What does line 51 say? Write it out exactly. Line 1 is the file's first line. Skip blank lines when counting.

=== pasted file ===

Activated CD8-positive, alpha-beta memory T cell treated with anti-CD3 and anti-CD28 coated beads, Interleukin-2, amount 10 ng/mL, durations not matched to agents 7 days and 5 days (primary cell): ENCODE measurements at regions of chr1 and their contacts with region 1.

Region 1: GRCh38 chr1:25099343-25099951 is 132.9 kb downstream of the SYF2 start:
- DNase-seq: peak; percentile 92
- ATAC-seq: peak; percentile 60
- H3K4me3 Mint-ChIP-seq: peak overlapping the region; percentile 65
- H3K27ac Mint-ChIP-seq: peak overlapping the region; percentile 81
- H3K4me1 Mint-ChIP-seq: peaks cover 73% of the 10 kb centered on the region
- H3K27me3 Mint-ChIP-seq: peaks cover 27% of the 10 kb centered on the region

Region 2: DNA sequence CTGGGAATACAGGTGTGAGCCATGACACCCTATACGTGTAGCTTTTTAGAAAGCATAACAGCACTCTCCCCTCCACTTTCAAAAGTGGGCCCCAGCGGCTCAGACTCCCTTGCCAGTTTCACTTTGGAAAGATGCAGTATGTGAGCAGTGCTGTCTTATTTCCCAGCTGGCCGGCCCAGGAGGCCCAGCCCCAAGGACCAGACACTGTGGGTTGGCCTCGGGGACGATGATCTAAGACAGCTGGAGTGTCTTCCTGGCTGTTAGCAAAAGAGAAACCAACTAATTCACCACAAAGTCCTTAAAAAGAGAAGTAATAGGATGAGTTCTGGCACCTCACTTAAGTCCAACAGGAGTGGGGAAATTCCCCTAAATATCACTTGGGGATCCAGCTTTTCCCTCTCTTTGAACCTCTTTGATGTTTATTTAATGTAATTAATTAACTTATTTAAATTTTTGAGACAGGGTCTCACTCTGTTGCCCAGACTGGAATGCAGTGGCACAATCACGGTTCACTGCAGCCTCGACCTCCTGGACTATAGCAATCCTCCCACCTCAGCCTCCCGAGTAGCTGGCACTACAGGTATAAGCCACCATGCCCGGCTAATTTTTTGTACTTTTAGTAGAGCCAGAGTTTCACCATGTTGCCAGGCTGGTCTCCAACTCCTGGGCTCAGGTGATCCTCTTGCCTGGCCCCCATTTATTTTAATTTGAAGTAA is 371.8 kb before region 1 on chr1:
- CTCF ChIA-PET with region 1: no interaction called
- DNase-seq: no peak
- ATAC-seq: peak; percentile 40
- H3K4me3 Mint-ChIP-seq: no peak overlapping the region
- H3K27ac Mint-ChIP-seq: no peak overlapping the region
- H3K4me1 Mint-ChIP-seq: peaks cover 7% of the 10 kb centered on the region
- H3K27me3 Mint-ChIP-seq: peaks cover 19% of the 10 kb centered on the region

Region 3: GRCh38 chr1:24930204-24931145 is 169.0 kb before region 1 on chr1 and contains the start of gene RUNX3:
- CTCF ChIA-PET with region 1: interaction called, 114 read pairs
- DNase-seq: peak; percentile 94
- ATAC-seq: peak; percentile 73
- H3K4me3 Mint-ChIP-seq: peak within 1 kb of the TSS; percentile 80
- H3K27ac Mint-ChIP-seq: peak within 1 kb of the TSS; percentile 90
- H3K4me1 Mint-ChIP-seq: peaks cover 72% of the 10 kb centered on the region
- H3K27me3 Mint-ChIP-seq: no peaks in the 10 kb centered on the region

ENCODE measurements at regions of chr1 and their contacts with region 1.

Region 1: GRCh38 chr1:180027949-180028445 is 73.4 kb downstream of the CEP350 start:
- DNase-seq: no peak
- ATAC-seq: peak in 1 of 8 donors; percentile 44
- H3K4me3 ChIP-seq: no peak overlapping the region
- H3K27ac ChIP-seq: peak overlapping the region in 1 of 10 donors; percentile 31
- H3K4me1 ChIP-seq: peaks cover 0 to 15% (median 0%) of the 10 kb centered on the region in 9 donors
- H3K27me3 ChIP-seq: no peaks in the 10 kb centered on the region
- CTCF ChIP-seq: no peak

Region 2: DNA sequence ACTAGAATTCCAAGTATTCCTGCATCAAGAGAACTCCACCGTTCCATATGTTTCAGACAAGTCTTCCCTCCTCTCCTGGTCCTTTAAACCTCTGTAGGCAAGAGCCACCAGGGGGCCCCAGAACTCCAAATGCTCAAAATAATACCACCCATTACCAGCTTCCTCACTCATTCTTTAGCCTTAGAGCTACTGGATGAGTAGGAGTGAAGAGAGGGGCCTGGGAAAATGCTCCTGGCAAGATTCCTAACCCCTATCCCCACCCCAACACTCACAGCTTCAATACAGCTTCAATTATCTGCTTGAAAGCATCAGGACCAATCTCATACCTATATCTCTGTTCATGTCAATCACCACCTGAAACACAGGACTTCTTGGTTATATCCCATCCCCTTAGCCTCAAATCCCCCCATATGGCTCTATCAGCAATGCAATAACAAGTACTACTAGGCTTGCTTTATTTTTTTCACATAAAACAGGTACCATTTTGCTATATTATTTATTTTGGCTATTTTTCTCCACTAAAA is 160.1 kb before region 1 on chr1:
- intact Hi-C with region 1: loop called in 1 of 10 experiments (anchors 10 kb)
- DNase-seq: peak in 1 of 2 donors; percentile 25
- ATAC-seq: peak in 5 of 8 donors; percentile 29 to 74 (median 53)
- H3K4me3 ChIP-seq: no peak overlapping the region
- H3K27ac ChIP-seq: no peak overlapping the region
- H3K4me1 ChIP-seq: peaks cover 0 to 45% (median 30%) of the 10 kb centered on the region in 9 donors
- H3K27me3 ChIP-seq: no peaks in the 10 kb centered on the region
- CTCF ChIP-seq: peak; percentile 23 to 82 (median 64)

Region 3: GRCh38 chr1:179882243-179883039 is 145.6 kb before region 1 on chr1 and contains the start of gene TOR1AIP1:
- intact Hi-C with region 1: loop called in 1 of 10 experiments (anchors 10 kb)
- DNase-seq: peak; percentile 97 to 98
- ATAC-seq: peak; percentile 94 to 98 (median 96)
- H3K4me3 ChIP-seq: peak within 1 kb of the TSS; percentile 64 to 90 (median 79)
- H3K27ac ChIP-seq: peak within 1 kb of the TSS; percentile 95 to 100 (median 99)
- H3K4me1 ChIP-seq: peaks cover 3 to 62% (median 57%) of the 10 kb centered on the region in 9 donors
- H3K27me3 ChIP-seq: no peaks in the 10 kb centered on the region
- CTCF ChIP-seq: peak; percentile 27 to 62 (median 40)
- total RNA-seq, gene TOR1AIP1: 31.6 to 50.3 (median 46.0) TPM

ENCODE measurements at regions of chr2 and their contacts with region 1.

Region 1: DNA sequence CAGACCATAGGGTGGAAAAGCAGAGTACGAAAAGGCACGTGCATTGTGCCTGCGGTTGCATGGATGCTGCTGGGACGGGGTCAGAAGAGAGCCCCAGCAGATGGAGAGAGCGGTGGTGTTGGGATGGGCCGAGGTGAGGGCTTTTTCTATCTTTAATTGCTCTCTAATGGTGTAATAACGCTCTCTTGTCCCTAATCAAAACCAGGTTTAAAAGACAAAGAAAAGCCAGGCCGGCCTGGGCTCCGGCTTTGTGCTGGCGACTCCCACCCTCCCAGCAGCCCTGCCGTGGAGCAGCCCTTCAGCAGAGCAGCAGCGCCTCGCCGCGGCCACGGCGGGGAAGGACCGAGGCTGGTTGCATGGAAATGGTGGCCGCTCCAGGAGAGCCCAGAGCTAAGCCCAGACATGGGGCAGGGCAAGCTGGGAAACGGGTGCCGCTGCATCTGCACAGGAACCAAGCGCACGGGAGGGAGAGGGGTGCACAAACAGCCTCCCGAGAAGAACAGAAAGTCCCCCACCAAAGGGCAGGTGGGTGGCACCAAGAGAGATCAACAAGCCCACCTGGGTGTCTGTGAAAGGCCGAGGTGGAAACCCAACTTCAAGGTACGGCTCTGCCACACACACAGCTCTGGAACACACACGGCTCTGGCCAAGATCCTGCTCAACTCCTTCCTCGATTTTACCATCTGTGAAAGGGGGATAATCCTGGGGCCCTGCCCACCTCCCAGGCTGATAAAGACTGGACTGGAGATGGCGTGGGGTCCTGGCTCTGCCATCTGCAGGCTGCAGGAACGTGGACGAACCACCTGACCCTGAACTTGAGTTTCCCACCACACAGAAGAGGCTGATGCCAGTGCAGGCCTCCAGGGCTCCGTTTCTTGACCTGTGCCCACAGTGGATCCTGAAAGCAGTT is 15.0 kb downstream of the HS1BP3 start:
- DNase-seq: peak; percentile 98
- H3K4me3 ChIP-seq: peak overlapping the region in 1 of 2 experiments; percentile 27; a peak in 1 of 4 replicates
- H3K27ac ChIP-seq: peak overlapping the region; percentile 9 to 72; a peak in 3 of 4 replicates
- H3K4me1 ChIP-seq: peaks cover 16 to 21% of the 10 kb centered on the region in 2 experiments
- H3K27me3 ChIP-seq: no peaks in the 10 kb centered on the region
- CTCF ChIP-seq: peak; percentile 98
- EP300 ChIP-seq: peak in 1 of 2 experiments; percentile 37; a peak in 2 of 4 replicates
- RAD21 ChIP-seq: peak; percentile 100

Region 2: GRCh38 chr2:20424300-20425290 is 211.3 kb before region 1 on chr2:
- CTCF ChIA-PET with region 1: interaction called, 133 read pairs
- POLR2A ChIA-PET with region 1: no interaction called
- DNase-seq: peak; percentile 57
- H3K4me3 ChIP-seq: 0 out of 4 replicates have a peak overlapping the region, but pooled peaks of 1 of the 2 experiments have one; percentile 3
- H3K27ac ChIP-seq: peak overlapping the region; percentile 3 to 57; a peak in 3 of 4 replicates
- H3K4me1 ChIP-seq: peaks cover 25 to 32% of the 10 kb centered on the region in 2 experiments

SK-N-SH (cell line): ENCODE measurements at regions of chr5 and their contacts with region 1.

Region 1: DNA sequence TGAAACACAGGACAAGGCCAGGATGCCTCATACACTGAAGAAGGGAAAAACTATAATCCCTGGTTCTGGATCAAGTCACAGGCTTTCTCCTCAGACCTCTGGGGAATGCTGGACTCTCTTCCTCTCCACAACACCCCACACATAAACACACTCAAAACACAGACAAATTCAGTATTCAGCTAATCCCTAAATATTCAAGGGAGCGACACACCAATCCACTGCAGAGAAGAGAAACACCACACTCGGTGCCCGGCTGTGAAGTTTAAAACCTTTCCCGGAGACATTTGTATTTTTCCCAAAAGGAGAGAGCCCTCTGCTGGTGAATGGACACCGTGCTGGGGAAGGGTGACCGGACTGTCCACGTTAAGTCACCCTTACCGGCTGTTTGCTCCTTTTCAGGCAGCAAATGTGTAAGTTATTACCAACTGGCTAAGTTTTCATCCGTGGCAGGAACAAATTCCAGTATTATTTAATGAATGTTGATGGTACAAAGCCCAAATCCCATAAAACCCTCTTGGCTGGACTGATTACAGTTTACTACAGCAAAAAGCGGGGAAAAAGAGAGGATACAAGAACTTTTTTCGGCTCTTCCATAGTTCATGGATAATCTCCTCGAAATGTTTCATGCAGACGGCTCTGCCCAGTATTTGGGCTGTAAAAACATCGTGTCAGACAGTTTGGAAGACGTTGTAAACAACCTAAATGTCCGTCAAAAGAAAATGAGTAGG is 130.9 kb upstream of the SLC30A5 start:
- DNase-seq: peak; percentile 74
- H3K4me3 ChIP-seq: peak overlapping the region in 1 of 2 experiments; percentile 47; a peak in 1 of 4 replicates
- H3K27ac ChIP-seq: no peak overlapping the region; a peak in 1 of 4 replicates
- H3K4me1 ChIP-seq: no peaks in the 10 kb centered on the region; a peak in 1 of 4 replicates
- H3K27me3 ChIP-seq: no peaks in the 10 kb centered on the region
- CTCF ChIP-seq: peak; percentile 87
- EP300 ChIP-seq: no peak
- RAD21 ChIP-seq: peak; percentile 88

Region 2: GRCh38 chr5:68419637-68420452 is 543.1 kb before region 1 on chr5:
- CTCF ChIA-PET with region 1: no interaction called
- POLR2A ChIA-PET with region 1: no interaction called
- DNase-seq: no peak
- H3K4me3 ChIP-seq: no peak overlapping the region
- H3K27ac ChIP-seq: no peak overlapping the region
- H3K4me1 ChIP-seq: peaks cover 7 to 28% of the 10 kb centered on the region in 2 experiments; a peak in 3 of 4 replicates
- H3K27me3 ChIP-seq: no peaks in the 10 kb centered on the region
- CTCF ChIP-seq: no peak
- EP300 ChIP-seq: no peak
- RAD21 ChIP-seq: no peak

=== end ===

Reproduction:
- CTCF ChIP-seq: peak; percentile 27 to 62 (median 40)